One woman is named on the Cole County World War I Memorial at the courthouse. Grace Hershey was a stenographer with the American Red Cross.
Highly praised for her clerical skills in contests and courtrooms, the 31-year-old took a significant pay cut when she left her job with the state insurance department to go overseas.
Her fiancé, Thorpe Gordon, had deployed to France in August 1918. Her departure only a month later was "her patriotic duty to do what she can to help win the war," the Abilene Weekly Reflector said.
After visiting her family in Abilene, Kansas, she boarded a ship bound for France only a month before the war's end. She died of pneumonia aboard the transport ship and was buried at sea.
Her family received two false communications before learning of her death. The first reported her safe arrival and the second that a "Winifred Heath" had been buried at sea. They had to telegraph Washington, D.C., for an explanation to learn it was their daughter and sister.
The American Red Cross still was a small organization, growing and developing its identity when Europe was thrown into conflict in 1914. Aid workers began serving immediately, though the U.S. did not declare war on Germany until April 1917. And their work continued for three years after the war ended in November 1918.
During that seven-year period, Hershey was one of 400 American Red Cross workers who died, including 296 women.
Nationally, Hershey is among 161 women on the Women's Overseas Service League's Gold Star Women list, compiled for Armistice Day 1922 to recognize "American girls who gave their lives in the world war." Most were buried in France, but others were in Siberia, Armenia, China, Manila and England. Four other women from Missouri are remembered - Katherine Hoffman, of Queen City; Catherine Cecil, of St. Louis; Margaret Keirn, of Schlater; and Ina Klinfelter, of Diamond.
In her hometown of Abilene, Kansas, the Ladies of the Presbyterian Church equipped a patient room in the local hospital where her name is among 51 gold stars of those lost from Dickinson County, Kansas, in the first world war.
Hershey had worked in Jefferson City for six years as a stenographer for the State Insurance Department under Director Charles Revelle. The Jefferson City Democrat called her "one of the most competent stenographers in the state."
In October 1913, Hershey won the Underwood Typewriter Company's national typewriting contest for the best essay on speed and accuracy in less than 125 words.
After high school, she had worked as a stenographer for a law office and land company in Abilene, Kansas. She graduated from Lawrence (Kansas) Business College, where her "bookkeeping was always neat and especially accurate (and) each day's stenographic work mastered that day," according to the Lawrence Daily World. She also worked for a grocery wholesaler in Wichita, Kansas, and a prominent law firm in Oklahoma.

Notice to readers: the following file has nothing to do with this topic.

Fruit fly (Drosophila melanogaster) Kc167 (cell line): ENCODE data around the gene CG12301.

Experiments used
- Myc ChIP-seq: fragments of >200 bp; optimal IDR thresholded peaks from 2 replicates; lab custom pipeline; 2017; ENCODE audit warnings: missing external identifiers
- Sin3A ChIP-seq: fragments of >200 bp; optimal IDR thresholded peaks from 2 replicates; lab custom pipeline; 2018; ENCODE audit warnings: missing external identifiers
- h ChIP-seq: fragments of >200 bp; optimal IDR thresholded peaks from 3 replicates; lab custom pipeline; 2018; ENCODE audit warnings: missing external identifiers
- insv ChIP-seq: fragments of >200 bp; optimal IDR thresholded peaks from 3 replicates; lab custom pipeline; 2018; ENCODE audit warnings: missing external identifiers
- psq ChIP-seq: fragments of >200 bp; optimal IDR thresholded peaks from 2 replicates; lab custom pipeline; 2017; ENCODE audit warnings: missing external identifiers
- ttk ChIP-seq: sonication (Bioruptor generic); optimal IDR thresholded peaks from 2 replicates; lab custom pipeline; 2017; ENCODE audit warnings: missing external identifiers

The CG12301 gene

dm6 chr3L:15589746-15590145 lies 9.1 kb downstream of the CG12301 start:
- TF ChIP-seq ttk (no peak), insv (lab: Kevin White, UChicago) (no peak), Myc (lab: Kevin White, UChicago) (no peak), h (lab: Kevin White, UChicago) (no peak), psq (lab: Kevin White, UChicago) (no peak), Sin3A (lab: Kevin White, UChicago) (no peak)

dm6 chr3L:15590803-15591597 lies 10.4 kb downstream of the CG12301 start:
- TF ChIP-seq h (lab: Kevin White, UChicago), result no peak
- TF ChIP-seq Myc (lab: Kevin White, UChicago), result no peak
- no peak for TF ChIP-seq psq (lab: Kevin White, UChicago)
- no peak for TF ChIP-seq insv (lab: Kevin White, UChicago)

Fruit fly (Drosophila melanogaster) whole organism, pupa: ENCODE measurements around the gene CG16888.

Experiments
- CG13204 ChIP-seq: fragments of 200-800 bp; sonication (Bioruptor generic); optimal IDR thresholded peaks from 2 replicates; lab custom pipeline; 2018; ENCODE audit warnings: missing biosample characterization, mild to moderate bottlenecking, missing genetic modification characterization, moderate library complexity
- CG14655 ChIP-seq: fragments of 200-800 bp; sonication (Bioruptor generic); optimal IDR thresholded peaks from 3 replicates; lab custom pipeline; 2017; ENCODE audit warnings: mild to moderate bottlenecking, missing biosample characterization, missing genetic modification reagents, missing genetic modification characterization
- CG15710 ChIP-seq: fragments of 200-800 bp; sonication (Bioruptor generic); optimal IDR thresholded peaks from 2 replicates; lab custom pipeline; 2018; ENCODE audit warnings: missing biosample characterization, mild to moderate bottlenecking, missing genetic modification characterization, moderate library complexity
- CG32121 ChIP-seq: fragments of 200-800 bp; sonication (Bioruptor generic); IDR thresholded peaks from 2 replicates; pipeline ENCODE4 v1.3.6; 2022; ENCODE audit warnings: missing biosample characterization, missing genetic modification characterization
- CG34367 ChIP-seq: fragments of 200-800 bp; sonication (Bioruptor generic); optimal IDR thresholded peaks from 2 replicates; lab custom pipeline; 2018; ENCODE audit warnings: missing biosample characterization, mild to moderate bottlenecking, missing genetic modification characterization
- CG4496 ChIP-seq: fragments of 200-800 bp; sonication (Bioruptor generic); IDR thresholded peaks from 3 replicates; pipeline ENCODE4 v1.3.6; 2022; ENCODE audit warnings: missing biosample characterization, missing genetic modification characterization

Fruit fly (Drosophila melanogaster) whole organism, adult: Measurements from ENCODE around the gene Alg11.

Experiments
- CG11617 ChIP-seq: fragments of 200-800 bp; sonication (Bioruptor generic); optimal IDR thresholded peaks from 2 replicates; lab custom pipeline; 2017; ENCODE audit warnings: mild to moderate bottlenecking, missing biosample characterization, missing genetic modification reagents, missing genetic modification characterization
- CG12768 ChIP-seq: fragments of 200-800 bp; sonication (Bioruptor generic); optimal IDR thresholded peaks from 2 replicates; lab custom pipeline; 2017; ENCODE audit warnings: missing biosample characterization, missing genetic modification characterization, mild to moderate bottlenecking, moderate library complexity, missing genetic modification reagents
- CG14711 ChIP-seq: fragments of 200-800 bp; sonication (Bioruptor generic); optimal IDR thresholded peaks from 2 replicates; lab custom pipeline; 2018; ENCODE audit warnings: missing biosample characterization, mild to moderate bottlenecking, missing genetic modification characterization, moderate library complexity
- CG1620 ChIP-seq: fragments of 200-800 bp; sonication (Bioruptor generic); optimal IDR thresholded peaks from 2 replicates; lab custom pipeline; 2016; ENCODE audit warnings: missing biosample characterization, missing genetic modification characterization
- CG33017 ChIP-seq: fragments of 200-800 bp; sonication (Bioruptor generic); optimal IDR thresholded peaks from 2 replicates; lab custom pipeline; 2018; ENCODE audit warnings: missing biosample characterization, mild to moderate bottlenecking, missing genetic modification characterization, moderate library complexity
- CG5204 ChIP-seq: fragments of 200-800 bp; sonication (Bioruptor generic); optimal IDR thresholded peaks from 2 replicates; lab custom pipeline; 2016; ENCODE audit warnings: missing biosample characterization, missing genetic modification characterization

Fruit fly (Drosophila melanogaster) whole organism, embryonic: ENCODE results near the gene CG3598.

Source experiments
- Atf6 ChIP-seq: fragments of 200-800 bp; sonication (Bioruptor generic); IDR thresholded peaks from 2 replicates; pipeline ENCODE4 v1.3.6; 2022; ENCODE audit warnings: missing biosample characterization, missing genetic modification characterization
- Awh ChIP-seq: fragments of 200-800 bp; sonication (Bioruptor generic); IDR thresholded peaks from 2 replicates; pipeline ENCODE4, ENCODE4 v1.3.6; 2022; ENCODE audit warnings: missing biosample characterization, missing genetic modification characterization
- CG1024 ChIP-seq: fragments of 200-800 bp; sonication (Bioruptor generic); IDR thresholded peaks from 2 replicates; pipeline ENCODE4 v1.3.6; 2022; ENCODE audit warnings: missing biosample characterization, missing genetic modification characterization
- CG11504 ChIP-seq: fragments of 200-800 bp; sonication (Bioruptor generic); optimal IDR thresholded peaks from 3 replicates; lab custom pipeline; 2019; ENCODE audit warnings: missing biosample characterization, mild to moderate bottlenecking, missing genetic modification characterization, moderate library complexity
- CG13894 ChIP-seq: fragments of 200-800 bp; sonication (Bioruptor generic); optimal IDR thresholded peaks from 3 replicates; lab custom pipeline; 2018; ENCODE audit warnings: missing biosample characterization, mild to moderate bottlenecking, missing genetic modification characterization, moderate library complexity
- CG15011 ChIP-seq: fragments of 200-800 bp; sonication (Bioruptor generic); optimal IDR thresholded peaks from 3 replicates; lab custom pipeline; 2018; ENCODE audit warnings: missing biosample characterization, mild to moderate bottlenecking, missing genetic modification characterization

While a district court stenographer in Saline County, her stenography skills were praised in the Marshall Daily Democrat News following a murder trial. John Gofero was charged with killing John Spangler on May 21, 1909, in Marshall.
As the stenographer for Barbee and Roberts, Hershey "exhibited the greatest skill in taking down evidence of the witnesses that testified, that ever was performed in this city." In fact, she equaled the record made by expert stenographers and typewriters at their annual conventions by writing and averaging throughout each day 15 pages of legal matter per hour, or 4,500-5,000 words each hour.
"In addition to this, Miss Hershey had to take time to put in a carbon to make an extra copy, which required time in addition to her typewriting. At the end of the entire preliminary, Miss Hershey had written over 200 pages and seemed to be as fresh and ready for work as when she started."
Accomplished in her own career, she met Thorpe Gordon, four years her junior, a licensed embalmer with Walter Weymour. Gordon was born in 1891 in Scruggs Station to one of the earliest Jefferson City families. He was a non-commissioned officer with the 337th Machine Gun Battalion 88th Division.
Gordon went on to become a community leader, operating his own funeral home and being strongly involved in modernizing the Jefferson City educational system, serving 26 years on the school board, including seven times as president. He is namesake to the elementary school built before his death in 1963.
Hershey was remembered as "a bright and interesting young woman of much personal charm, loyal to friends and pleasant and kind to everyone," the Hope (Kansas) Dispatch said Nov. 7, 1918. In death, she "will come forth as one of the heroines in the cause of humanity and righteousness."
Michelle Brooks is a former reporter for the Jefferson City News Tribune. She particularly is interested in recording the history of city-designated Landmarks and Lincoln University's first century.